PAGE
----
It wasn’t that Peter wasn’t sincere. It wasn’t that he didn’t try. He was pretty convinced that he would never fail Jesus and he said so. He had a lot of trust in himself. He saw himself as invincible. The thing about his failure is that it was the end of confidence in himself and the beginning of confidence in the Lord. I think Peter discovered that he couldn’t follow Jesus on will power. He needed grace. And grace is what Jesus extends to all of us.

The late Christian writer, former Catholic priest, recovering-alcoholic, and disciple of Jesus, Brennan Manning, once wrote that it is a myth to think that once we are converted our lives will be freed from contradictions and perplexities. He said, “The curse of perfectionism triggers episodes of depression and anxiety.” And it is Jesus who will deliver us from the bondage of perfectionism and failure. Christ reminds us that despair and disillusionment are not terminal but signs of impending resurrection.[9]

What Jesus does for Peter after Jesus is resurrected is like a resurrection for Peter. Peter was dead as a disciple. Dead in his failure. But the Lord brought him back, gave him life.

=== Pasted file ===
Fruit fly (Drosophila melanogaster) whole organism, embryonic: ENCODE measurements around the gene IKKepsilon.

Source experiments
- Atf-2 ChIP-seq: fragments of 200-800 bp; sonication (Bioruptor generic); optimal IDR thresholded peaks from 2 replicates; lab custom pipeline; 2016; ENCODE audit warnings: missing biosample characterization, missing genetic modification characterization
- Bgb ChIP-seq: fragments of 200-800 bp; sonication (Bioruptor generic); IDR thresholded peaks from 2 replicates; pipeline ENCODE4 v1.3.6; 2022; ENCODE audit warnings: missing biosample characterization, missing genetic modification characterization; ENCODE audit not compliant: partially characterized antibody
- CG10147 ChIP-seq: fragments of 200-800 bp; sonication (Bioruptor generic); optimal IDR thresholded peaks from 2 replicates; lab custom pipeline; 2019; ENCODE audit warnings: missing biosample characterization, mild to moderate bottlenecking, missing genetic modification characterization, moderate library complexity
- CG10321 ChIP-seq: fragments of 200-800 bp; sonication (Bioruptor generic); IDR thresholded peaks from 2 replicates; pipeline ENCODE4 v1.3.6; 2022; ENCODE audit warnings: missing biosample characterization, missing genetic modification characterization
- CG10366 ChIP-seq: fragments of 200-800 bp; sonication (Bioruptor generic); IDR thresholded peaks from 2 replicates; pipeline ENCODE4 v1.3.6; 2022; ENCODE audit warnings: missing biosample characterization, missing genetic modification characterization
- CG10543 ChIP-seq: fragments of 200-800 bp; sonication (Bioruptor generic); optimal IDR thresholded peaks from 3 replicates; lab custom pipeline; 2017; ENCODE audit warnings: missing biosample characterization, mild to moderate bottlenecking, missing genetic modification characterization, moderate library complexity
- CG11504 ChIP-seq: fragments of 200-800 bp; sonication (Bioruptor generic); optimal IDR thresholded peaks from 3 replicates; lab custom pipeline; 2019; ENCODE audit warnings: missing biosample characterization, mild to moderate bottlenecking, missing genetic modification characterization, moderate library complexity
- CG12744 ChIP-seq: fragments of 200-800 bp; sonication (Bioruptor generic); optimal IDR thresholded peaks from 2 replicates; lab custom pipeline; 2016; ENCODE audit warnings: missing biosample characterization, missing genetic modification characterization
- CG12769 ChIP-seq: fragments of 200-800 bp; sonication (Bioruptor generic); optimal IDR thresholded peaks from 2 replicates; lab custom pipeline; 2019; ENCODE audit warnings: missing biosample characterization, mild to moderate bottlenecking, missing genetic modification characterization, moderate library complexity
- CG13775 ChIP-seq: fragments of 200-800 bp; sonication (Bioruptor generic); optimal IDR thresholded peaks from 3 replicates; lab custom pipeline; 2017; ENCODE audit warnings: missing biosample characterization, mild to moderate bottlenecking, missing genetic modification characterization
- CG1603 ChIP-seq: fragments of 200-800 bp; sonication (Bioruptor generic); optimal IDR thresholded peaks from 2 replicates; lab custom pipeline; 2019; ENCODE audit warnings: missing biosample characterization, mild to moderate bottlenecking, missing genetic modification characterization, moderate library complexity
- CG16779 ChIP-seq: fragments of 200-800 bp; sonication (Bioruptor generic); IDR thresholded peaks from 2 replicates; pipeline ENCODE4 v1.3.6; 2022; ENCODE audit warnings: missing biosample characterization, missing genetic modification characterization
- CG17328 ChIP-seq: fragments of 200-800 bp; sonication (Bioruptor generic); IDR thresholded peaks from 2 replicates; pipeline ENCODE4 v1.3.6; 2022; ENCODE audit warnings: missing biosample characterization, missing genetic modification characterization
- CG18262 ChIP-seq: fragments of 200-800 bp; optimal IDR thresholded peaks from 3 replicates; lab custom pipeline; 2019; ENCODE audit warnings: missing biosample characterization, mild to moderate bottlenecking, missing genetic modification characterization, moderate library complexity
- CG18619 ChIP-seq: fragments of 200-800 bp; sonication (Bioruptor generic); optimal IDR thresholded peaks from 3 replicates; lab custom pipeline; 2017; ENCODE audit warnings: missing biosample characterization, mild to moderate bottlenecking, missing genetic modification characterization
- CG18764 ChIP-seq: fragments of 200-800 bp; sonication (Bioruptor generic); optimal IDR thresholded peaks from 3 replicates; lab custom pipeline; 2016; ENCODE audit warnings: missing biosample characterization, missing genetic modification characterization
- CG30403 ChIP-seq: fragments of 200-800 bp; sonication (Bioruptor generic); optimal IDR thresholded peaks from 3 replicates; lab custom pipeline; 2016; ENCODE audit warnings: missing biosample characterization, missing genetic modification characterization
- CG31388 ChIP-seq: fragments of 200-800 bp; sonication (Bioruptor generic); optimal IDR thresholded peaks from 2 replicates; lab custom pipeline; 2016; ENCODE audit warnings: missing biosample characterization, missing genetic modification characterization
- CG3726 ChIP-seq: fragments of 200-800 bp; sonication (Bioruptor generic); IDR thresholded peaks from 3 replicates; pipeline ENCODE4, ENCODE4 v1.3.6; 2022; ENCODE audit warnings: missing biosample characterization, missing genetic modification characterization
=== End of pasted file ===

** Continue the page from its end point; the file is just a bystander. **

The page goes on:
The New Testament is full of people who started out on the road of faith and faltered along the way. The account of Peter’s denial of Jesus is one of the few Gospel incidents recorded in all four Gospels. The story is both a warning and a consolation. It’s a warning that we need to beware of the possibility of our failure in following Christ. It’s a consolation in that should we fall we can be restored. Peter became a faithful leader of the church.

It’s also to remind us that though we may stand in a time of pressure, someone else may not. And, in compassion and love, we need to help them back to our gracious Lord. Because we all live by his mercy and grace.


Prayer: Jesus, look with mercy on all those in this room who have failed.

Jesus, restore every heart that has denied you.

Jesus, accept every heart that is broken in its unfaithfulness to you.

Jesus, refocus our hearts so that we love you.

And keep leading us as we encounter you. Amen.

[1] 26:75 [2] Hare, Interpretation Commentary on Matthew,. [3] 1:16 [4] 1:8 [5] Psalm 51:17, NLT [6] Psalm 30:5 [7] John 21 [8] Tom Long. Quoted in last Sunday’s sermon [9] The Signature of Jesus, p.207

2 views0 comments

Recent Posts

See All

Quiet

Jacob